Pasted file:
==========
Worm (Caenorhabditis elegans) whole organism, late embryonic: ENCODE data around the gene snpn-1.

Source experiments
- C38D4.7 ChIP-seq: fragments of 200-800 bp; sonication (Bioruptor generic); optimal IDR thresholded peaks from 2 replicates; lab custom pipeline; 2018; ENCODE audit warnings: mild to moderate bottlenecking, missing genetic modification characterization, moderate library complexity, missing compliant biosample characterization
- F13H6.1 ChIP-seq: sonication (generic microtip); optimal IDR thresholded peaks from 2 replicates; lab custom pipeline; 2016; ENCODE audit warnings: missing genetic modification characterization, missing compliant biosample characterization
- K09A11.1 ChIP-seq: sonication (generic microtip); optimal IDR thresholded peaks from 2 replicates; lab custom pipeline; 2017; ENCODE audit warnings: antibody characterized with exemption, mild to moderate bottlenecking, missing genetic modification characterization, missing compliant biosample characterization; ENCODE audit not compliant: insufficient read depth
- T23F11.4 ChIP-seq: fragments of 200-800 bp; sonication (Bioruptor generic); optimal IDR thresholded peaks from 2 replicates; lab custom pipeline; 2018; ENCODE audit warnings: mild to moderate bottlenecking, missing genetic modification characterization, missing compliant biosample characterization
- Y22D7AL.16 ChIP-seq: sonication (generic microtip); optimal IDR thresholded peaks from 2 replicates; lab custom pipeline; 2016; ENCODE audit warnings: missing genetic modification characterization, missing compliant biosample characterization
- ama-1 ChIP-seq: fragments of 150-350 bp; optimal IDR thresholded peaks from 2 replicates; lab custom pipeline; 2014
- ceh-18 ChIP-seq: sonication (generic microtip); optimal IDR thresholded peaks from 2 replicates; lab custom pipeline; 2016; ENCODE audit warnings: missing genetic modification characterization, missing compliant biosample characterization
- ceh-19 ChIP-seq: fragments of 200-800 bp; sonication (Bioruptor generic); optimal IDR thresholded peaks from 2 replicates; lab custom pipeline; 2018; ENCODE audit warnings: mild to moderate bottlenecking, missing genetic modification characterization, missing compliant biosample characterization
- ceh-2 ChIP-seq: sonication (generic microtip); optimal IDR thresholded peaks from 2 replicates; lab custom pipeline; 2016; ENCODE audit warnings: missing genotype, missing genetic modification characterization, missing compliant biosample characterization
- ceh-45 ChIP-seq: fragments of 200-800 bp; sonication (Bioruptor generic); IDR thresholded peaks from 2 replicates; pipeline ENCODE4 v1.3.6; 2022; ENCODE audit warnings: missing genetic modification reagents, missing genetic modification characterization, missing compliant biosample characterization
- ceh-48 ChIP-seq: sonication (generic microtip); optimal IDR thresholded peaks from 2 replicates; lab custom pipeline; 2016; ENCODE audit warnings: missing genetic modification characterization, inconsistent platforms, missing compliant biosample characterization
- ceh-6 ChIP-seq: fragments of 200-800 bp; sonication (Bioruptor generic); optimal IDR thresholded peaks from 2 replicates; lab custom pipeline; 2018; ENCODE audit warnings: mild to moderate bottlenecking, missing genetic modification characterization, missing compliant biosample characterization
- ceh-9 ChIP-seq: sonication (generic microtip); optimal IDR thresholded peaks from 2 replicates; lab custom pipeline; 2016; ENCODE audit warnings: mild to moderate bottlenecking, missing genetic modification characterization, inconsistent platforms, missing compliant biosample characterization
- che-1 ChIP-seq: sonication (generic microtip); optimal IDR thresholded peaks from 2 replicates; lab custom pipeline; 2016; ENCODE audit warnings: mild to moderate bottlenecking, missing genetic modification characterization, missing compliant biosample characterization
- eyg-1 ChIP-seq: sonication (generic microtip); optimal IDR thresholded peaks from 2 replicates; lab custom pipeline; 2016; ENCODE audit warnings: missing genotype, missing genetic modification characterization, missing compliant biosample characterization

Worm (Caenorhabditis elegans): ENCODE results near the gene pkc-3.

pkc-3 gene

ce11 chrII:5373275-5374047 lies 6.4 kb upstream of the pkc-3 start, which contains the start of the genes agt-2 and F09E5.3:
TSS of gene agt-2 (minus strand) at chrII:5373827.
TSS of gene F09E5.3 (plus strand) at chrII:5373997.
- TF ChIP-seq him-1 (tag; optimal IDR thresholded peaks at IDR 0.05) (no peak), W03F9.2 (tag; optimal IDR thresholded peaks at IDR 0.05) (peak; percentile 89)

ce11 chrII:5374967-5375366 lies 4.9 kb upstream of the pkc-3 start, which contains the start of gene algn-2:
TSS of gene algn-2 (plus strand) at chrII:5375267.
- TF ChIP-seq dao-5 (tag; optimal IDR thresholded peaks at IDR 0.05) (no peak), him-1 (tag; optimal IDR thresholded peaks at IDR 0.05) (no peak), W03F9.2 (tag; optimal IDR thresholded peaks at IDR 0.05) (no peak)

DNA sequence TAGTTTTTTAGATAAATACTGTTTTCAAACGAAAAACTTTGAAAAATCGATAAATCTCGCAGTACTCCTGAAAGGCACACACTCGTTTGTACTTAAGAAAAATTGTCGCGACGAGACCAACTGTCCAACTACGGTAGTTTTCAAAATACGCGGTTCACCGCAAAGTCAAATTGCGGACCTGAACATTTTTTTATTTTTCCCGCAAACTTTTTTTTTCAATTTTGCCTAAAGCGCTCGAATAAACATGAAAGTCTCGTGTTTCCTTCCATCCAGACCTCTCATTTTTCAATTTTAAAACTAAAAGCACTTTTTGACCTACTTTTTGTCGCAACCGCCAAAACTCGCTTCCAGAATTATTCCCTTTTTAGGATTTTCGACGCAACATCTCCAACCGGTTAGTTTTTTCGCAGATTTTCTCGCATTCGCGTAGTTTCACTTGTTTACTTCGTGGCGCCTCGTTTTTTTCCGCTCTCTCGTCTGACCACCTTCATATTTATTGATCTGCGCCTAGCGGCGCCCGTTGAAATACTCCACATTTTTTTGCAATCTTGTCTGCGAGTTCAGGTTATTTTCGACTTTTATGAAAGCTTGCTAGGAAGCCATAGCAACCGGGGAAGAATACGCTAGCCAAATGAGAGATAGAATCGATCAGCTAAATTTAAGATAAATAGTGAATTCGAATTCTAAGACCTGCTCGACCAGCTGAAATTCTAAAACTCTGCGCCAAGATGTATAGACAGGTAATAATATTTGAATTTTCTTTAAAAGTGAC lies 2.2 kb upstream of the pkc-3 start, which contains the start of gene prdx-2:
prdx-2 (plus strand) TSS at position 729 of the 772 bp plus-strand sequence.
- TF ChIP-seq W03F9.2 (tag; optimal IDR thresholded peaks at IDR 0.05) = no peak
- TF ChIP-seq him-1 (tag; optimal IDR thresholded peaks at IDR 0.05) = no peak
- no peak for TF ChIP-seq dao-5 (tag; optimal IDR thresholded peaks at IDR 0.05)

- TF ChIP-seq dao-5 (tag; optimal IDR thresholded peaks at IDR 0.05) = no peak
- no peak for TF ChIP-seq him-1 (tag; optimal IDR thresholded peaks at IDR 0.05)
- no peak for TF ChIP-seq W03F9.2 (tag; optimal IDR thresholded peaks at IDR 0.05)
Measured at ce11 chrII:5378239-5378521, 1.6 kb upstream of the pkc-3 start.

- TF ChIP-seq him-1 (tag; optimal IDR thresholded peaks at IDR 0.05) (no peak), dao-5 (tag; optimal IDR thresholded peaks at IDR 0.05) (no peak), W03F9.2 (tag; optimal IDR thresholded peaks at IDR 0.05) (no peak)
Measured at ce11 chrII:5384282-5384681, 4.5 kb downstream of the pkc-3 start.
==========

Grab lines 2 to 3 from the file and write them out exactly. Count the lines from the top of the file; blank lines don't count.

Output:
Source experiments
- C38D4.7 ChIP-seq: fragments of 200-800 bp; sonication (Bioruptor generic); optimal IDR thresholded peaks from 2 replicates; lab custom pipeline; 2018; ENCODE audit warnings: mild to moderate bottlenecking, missing genetic modification characterization, moderate library complexity, missing compliant biosample characterization